Schools of Thought: In Moses’ day, in the earliest days of that embryonic nation, the Law declared, “If a man marries a woman who becomes displeasing to him because he finds something indecent about her…. he writes her a certificate of divorce, gives it to her and sends her from his house,” (Deut 24:1) the burden of honesty before God was put upon the man, but this meant that the woman had little say in the matter. The onus was on the honesty and integrity of the men leaders of the community to uphold this righteously. However, the key words translated “something indecent” were unclear in meaning and so different rabbinic schools arose with different interpretations. Thus the school of Shammai said it meant ‘marital unfaithfulness’ which was the only reason allowed for the divorce, while the school of Hillel was more liberal and looked at the preceding words “displeasing to him” and said it meant he could dissolve the marriage for anything about her that he now disliked. Jesus appeared to go along with the first school, but only after referring back to the Genesis design.

Hardness? Almost certainly Jesus was eye-balling the key feature within the circumstances leading to divorce when he says, “because your hearts were hard.” This was key then and so often is today. Consider. Marital infidelity is one thing, but for a man to callously put away his wife for anything less than her leaving him for another man, actually meant the man had to be hard-hearted in respect of her and should the elders of the community remonstrate with him, he would have had to disregard their pleas. Today an over-simplistic (possible) parallel might be to say, “If you are so hard-hearted that you cannot receive counsel and help to restore your relationship, then you might as well go ahead and get divorced, for there is little hope for you as you are now.”  Now I will come back to this in the next study because there are obvious questions that will arise.

The Warning: This takes us to the last part of Jesus’ words in our header verses: “anyone who divorces his wife, except for sexual immorality, and marries another woman commits adultery.”  Now consider this carefully. I have heard great scholars take entirely opposite views of what this means. If she (and remember he was speaking into the Jewish context) has committed adultery, that is grounds for divorce. If she hasn’t, then you have no grounds for divorce and therefore if you force the divorce you are doing it for your own immoral reasons – to have a relationship with another, and that then makes you the adulterer.  Today we could say (outside the Jewish context) this could apply either way with the roles reversed. In God’s eyes, divorce for any other reason is thus wrong. But is it that simple? We need to go on to look at causes and the pastoral concerns that arise and so we will shorten this study to go on to that in the next study.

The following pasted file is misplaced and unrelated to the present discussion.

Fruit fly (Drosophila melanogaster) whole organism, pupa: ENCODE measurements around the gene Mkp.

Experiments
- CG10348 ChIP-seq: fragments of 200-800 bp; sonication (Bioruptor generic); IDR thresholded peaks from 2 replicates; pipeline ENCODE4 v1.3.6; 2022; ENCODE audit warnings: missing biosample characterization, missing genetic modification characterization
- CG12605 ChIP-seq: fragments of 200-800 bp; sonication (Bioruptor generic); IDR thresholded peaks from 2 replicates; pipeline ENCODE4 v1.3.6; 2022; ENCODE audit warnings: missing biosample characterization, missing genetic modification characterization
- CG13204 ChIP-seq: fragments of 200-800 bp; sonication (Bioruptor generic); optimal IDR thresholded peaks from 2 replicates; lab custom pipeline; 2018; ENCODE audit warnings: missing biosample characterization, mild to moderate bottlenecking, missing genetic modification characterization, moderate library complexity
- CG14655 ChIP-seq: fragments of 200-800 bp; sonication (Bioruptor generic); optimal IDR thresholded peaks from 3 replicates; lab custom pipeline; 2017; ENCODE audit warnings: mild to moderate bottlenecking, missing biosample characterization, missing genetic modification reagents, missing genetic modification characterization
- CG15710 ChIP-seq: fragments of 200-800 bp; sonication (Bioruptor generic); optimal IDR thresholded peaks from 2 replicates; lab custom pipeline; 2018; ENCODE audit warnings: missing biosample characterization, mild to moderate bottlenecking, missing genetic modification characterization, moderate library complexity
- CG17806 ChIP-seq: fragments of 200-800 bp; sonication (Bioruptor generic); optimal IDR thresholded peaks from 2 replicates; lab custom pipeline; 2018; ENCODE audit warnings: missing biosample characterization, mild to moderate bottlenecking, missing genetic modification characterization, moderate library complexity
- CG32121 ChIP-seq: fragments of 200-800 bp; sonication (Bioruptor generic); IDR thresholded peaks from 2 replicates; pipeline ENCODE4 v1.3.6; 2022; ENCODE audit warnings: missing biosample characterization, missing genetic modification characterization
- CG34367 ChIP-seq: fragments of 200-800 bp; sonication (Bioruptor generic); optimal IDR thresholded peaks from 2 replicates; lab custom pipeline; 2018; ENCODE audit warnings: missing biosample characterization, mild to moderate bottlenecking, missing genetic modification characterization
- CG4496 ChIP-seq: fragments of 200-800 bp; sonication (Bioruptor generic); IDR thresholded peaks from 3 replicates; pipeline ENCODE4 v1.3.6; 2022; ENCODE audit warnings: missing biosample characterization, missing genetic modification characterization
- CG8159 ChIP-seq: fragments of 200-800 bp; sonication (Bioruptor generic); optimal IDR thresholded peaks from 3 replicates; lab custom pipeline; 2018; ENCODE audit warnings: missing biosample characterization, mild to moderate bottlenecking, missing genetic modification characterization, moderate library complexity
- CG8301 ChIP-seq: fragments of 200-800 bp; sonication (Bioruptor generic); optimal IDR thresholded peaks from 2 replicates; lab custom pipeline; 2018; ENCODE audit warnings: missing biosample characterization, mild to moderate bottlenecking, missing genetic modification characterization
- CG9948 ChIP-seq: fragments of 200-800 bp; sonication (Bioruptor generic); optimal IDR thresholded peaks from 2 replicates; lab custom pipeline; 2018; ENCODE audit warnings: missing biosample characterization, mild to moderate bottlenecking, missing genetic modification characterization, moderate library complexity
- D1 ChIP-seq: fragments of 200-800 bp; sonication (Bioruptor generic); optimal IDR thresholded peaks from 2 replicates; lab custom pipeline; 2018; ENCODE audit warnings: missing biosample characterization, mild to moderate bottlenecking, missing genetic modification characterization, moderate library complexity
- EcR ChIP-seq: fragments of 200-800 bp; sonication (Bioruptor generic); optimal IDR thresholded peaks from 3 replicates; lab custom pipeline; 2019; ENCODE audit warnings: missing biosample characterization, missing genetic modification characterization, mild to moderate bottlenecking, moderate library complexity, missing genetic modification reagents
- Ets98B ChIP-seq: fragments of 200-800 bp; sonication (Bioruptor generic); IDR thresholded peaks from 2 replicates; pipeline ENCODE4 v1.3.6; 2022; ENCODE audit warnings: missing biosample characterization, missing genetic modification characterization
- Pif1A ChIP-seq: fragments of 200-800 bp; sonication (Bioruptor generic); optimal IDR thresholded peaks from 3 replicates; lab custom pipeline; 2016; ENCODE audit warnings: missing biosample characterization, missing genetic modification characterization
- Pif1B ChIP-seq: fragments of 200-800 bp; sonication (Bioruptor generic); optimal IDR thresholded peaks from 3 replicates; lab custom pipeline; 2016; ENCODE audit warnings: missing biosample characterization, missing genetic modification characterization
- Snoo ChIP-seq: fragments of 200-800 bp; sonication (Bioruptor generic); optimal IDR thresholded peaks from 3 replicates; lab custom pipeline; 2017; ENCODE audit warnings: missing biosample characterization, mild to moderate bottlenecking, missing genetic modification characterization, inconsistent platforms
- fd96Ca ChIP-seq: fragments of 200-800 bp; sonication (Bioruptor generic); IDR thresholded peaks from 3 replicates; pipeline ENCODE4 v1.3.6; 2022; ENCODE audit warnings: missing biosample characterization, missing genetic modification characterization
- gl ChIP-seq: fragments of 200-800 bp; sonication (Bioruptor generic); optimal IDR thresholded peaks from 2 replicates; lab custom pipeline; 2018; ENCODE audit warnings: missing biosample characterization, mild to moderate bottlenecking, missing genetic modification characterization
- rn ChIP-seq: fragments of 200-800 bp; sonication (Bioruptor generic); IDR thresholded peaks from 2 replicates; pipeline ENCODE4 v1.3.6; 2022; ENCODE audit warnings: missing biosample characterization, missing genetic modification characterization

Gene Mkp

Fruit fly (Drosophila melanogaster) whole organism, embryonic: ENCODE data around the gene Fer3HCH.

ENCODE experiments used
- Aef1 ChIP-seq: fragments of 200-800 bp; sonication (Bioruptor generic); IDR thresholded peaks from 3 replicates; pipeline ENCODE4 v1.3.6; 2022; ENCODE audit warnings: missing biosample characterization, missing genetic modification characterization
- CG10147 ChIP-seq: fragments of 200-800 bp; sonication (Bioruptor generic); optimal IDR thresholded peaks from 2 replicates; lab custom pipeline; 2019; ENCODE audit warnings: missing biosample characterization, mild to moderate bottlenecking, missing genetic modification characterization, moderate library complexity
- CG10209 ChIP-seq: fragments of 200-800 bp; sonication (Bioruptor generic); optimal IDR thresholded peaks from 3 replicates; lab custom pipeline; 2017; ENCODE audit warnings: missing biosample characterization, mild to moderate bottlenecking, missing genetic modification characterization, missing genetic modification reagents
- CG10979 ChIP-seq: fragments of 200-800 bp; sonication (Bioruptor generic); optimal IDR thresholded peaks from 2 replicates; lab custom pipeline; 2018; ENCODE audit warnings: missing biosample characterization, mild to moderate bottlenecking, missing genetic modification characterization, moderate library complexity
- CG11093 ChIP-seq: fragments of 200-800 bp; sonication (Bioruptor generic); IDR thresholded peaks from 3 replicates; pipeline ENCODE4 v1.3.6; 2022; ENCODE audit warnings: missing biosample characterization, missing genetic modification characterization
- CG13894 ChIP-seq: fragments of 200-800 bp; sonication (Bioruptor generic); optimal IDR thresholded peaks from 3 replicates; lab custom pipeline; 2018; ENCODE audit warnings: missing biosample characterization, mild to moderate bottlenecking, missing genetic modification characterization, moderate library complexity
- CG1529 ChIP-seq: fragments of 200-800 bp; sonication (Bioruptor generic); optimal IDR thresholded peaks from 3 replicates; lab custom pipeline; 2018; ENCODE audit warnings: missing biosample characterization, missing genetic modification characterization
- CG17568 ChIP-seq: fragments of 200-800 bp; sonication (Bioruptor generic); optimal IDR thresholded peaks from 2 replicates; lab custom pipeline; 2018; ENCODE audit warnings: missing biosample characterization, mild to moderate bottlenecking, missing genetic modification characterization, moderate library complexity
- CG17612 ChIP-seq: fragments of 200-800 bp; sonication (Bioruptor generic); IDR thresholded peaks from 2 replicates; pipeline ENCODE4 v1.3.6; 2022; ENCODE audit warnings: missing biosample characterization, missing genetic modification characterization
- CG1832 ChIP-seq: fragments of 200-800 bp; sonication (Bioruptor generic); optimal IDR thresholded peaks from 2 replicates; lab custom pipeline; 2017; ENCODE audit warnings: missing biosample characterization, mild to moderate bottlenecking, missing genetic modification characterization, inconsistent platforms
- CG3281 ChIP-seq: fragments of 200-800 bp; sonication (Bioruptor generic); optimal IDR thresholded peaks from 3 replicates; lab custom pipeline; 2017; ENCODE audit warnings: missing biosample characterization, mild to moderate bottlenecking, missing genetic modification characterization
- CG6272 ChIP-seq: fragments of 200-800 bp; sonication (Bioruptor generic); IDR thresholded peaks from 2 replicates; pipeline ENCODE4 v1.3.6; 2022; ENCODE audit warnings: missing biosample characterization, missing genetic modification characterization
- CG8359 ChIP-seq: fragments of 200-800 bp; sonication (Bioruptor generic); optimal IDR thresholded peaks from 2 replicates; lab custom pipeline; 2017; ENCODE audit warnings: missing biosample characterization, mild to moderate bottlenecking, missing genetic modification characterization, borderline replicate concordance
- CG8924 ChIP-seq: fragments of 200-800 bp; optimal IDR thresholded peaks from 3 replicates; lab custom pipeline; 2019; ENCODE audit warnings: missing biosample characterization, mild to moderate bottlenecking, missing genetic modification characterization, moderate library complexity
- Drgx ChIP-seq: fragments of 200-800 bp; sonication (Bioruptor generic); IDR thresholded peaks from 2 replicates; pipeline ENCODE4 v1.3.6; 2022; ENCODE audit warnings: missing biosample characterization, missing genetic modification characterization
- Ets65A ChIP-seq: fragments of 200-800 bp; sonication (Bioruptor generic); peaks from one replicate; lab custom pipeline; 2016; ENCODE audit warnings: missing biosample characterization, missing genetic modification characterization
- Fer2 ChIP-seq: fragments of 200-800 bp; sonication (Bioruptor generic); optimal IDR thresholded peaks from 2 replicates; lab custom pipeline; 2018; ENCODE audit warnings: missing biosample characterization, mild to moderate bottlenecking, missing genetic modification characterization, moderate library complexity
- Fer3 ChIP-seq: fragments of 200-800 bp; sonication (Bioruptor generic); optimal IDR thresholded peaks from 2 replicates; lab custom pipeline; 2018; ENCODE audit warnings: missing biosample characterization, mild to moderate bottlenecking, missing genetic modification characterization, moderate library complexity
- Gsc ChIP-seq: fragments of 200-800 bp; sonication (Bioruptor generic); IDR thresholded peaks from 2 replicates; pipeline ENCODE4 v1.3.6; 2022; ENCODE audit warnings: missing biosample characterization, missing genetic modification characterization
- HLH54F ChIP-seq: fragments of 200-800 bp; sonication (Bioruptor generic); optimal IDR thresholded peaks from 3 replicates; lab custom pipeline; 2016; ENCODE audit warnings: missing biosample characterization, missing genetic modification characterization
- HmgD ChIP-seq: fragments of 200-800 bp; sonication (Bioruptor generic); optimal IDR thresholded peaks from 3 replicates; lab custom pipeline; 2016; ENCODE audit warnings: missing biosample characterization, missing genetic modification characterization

A Challenging Example: However, perhaps to save space in the next study, can I give you an example of a marriage deterioration that comes in a novel I have come across – yes, fictional but so often true. The chief character of the story recounts, “Between Sarah and me there was no joy left, no springing love. Eight years of marriage and nothing to feel but a growing boredom.” Later he explains that they had been unable to have children so that “Where once there had been passion there was now politeness; where plans and laughter, now a grinding hopelessness; where tears and heartbreak, silence.” Further on he says, “I daresay it was a marriage like many another. We never quarrelled. Seldom argued. Neither of us any longer cared enough for that; and as a total, prolonged way of life it was infinitely dispiriting.”  Fictional but telling, story but real. But it didn’t lead to a divorce, at least not in the story, but they just existed.  Some people say, “We just fell out of love,” and so now they just tolerate each other. Sometimes such people do end up divorcing, what is there to keep them together?

Alternative Possibilities: Now of course this novel was not about Christians and so we might hope that if it had been, there would be a different long-term outcome, but often it isn’t. My subtitle in the paragraph above has the word ‘challenging’ in it. Why? Because I believe such a scenario, set against our background of redemption, should raise challenging questions in us, such as: